When there is no equality and equity, leadership changing hands and being deliberate about ensuring that those being led are living comfortable lives, then democracy is just a lost cause that we as Zimbabwe will continue to grapple with.

This means the powers-that-be like scholars maybe, should develop a form of democracy that marries the African traditional models and this “new” democracy so that the oga understands what leadership is all about.

Unless I live democracy as an experience, please stop lying that I am living under a democratic government, serving a democratic space and so on.

Democracy is lived, not taught or, worse still, spoken about which is difficult to grasp from our experiences so our leaders need a serious relearning of these new global trends.

When there is no equality and equity, leadership changing hands and being deliberate about ensuring that those being led are living comfortable lives, then democracy is just a lost cause that we as Zimbabwe will continue to grapple with. This means the powers-that-be like scholars maybe, should develop a form of democracy that marries the African traditional models and this “new” democracy so that the oga understands what leadership is all about.

Majority versus minority

In the world of democracy, it is the majority who seem to decide the fate of the whole. Indeed this is what could stand effective and efficient, but does this mean that the minorities do not matter?

This past week I learnt that indeed even though majority rule is what is regarded as democracy, the truth is that in a context like ours, it is the powerful minority who define the lived realities of the simple majority.

This is our kind of democracy. Despite what us the majority think, feel or would want to see happening, it is the very few yet powerful minority who decide our very fate as we stand there maybe too paralysed to even think of taking any action.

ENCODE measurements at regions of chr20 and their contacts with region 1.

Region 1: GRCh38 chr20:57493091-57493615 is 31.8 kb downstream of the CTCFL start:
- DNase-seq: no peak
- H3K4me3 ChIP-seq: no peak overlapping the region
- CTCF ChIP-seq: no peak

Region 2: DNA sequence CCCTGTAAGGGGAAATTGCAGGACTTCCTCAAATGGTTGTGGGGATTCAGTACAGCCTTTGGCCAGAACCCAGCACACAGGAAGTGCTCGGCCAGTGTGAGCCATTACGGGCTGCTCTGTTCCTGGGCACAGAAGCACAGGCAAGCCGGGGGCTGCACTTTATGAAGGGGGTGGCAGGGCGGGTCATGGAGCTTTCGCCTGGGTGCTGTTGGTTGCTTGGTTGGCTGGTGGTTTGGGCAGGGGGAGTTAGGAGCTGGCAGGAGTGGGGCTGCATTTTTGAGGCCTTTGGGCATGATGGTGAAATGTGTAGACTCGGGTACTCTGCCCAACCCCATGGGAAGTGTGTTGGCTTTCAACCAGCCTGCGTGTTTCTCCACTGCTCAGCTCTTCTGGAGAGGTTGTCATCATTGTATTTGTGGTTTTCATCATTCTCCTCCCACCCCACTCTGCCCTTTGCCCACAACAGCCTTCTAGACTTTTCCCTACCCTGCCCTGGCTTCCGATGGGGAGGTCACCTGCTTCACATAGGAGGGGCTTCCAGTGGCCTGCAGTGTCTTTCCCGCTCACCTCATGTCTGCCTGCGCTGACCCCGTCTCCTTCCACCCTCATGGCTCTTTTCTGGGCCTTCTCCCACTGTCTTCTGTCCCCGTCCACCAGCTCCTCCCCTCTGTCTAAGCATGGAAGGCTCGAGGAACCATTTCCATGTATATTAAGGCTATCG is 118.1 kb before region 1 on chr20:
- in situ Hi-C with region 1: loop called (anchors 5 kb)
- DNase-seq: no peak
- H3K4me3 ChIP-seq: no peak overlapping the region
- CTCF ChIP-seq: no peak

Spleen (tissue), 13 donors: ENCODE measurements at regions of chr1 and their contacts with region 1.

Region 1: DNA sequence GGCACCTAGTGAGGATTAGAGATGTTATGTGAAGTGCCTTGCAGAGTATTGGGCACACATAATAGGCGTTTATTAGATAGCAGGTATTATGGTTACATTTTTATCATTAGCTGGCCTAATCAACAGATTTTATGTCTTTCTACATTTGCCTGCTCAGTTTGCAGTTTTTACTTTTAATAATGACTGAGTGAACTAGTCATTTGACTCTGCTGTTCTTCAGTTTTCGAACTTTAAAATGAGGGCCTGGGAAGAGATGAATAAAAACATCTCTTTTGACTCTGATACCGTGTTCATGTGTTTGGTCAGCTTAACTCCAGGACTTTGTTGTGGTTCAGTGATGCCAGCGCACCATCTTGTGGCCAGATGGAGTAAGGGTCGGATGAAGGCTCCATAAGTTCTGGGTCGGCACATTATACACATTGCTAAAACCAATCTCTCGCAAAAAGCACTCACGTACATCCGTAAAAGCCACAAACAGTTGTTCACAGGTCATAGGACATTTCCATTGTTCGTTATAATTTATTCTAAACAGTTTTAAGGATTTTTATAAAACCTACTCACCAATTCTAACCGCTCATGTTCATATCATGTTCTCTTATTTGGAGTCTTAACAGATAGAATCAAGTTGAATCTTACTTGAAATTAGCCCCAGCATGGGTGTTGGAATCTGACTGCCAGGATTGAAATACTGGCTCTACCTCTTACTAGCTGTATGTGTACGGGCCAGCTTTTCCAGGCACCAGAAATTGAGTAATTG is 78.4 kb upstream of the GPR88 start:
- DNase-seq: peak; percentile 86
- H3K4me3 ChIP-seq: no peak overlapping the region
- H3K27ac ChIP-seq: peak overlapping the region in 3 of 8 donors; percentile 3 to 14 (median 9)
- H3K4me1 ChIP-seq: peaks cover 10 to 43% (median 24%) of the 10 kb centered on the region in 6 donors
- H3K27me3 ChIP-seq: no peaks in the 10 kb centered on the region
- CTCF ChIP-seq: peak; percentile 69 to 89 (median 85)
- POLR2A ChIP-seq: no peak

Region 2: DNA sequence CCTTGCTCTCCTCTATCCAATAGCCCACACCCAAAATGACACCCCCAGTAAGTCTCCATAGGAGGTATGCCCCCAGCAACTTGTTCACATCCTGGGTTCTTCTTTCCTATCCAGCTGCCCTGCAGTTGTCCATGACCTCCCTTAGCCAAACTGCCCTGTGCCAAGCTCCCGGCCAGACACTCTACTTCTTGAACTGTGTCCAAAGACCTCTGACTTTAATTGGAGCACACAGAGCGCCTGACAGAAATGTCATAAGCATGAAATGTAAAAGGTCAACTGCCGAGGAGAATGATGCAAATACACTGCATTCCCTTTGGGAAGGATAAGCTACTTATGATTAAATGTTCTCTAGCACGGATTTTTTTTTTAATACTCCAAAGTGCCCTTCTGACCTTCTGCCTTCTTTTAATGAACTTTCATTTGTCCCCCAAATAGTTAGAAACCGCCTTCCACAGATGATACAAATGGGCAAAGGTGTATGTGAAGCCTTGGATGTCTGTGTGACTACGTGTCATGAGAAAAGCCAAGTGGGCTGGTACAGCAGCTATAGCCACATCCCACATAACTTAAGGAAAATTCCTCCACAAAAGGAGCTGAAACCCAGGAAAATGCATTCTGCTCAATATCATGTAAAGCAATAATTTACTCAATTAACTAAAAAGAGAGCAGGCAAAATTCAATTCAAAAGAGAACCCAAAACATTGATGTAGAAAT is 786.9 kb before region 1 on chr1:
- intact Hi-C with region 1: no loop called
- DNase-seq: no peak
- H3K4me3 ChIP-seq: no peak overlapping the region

This here is not a matter of revolting, but a matter of engagement so that both the minority and majority make informed decisions on what would be a collective best for everyone involved.

They talk about a win-win situation being the best conflict transformation approach, but I guess that too could be a “foreign concept” regarding our lived realities and how we relate to the tenets of democracy.

It seems the very minority determine the course of life and how the majority should live. This does not make it right at all and they do say that every dog has its day and the good dog has even two days!

I am confident that one day — and not in the very distant future — the majority will live to see the fruits of their labour and desires of their hearts.

There is no day without a dawn and as we continue to explore what we want to see when looking at democracy, it is critical that what Africa deemed as democracy be part of this wave of democracy.

Unless and until we understand that this is a necessary and important strategy, we will continue to see the kind of leadership models that perpetuate the rule by the powerful minority at the expense of the majority.

As Zimbabwe, there is no mosaic figure that will come with a rod to save us but as we keep focusing on what we want to see, talking about it and charting a way forward, we will get there.

There is never a moment that is unimportant, without judgment, partisan politics and factions, we can indeed hold hands and redefine for ourselves the kind of democracy we want to live. It takes the rest of us redefining our lived realties and making democracy work for each Zimbabwean.

Let’s do this!
 Grace Chirenje writes in her personal capacity and loves stimulating conversation. She would be excited to hear from you. You can contact Grace on graceruvimbo@gmail.com, follow her on twitter @graceruvimbo or Facebook: Grace Ruvimbo Chirenje. Chat soon.